The greatness of the Roman Republic and Empire had ensured a jewellery style inspired by the numerous civilizations that it conquered. Even so, Ancient Rome succeeded in creating a unique style that can still be observed in today’s Roman jewels influences. During the Augustan Age, the commerce of jewels made of gold and precious stones had increased thanks to the oriental trade development, which was the main source for the gems.
Golden oak-leaf crown – National Archaeological Museum of Taranto (Apulia region)
Gold was widely used at those times, while materials such as silver and bronze were relegated to the creation of the costume jewelry.
The ancient Romans were great experts in the fusion of the various types of precious metal casting. Given the large number of hairstyles, the roman matrons also used to wear a great variety of hair accessories, but it was the earrings that hit Roman women more; they also wore more than one per ear, because they loved to make them jingle.
Hair pins and broochs as well as rings and earrings were very popular among ancient romans.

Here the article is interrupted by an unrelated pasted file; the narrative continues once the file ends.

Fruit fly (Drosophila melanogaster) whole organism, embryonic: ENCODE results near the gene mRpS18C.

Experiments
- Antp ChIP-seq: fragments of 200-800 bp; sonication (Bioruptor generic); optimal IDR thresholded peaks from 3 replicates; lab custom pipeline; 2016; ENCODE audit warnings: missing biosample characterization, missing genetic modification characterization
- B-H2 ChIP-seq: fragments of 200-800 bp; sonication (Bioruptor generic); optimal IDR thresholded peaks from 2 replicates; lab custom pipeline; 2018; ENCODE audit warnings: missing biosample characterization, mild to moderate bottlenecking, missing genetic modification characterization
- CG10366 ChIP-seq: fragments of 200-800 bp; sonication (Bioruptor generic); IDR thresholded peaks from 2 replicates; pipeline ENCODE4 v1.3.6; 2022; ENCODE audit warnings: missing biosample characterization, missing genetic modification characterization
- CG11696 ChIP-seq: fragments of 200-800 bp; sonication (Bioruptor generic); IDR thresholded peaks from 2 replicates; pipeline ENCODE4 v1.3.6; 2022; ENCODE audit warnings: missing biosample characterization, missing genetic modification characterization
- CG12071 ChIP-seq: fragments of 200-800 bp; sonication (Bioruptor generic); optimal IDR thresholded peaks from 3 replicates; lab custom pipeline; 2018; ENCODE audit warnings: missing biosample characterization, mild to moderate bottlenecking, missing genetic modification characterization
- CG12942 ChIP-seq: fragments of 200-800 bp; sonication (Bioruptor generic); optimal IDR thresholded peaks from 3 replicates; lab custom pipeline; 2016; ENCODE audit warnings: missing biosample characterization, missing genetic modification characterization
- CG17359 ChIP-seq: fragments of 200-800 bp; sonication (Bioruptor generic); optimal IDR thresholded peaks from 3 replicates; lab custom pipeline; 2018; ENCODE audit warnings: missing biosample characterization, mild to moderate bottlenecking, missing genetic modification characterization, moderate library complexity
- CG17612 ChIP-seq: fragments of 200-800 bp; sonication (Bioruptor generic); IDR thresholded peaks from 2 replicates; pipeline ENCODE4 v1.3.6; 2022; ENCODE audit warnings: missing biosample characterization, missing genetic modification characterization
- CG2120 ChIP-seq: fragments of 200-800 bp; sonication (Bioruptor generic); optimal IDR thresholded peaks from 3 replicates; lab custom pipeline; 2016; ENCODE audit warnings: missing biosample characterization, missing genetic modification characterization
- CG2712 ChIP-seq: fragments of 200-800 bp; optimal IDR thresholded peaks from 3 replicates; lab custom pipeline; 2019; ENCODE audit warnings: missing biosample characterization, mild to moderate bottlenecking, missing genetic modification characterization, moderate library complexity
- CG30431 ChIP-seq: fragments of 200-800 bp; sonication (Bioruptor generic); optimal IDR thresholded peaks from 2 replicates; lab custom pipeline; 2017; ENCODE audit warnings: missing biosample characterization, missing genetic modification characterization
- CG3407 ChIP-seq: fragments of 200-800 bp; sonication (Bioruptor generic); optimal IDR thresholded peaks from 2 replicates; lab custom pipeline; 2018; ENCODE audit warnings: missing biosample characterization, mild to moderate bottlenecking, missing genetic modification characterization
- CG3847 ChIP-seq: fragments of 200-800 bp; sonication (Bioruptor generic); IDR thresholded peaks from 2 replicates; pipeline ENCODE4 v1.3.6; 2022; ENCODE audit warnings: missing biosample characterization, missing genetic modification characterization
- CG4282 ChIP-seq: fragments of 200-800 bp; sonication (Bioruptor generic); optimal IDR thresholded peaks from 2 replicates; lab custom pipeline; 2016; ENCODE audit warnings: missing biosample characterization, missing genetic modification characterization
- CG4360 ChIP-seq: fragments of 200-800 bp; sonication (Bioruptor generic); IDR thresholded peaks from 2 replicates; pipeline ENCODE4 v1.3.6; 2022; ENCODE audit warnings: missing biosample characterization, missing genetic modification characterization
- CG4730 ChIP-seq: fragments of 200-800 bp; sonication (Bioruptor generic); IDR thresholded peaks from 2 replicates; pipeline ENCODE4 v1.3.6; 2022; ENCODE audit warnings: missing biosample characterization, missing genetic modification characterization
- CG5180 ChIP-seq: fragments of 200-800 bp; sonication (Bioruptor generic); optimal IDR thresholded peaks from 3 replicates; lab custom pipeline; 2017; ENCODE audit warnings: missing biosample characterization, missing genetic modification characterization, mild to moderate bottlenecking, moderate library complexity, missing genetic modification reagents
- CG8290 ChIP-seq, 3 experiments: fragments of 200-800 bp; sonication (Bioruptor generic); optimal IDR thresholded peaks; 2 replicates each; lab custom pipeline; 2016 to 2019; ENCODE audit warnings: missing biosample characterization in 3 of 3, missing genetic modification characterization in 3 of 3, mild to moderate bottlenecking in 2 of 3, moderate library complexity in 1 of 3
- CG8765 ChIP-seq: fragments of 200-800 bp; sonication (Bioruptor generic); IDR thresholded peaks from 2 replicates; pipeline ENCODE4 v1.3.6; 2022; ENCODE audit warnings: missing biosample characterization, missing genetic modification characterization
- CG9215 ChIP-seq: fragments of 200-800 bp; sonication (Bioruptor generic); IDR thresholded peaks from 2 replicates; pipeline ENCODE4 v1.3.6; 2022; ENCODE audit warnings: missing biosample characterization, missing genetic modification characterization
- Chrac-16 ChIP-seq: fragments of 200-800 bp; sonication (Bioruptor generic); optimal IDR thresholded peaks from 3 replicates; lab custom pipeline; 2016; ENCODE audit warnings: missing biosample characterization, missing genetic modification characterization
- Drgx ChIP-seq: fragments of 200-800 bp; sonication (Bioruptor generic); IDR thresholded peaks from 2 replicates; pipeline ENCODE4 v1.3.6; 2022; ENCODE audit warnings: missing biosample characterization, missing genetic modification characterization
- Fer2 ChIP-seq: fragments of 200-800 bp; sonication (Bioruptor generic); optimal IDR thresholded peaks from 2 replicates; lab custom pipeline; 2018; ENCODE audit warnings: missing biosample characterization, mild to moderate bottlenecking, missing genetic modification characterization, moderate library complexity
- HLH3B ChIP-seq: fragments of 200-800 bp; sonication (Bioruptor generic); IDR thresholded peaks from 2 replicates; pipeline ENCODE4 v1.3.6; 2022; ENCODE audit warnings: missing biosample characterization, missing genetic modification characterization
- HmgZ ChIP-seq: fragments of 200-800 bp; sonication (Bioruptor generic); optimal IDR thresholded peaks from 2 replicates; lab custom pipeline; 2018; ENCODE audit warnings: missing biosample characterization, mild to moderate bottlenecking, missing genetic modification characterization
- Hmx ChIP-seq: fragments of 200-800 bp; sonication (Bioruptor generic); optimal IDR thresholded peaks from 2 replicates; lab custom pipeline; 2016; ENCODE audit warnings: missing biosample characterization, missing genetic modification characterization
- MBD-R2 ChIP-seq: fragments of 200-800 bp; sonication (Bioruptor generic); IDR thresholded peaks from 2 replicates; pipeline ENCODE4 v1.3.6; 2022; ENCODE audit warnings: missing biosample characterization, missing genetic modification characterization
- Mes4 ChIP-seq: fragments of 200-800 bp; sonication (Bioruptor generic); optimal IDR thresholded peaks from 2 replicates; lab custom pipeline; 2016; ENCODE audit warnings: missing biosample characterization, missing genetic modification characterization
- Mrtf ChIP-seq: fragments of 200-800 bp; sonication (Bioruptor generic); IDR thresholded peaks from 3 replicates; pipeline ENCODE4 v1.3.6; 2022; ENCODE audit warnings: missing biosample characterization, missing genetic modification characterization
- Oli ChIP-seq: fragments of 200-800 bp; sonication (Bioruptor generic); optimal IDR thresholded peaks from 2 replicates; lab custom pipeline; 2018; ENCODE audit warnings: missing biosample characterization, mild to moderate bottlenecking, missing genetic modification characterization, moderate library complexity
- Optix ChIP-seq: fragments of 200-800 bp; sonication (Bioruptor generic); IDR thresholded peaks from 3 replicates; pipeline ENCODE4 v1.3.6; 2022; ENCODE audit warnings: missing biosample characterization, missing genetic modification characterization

Golden necklaces adorned with gems and often provided with a pendant, had in most of the cases a restrained design, but there were at the same time more complex and eye-catching patterns plenty of multiple meshes and precious stones, even onto the choker.
Bracelets, chestplates, fibulas, belts and cameos were widespread among romans and today they are the symbol of an one-of-a-kind artistic heritage, that distinguish itself thanks to its abundance and stylistic refinements.
Golden and gems corset from the Hoxne hoard- Roman Britain-4th century A.C.- British Museum
Fibula made of silver, gold, carnelian from Pannonia-2nd century A.C.
Cameo with aurora in a charriot made of gold and sardonyx – 1st sec B.C.-2nd A.C.- Metropolitan Museum
Golden and agate necklace 2nd century AC – Capitoline Museum of Rome
Ring made of gold and carnelian engraved with the image of Hermes-1st century B.C.-1st century A.C- Metropolitan Museum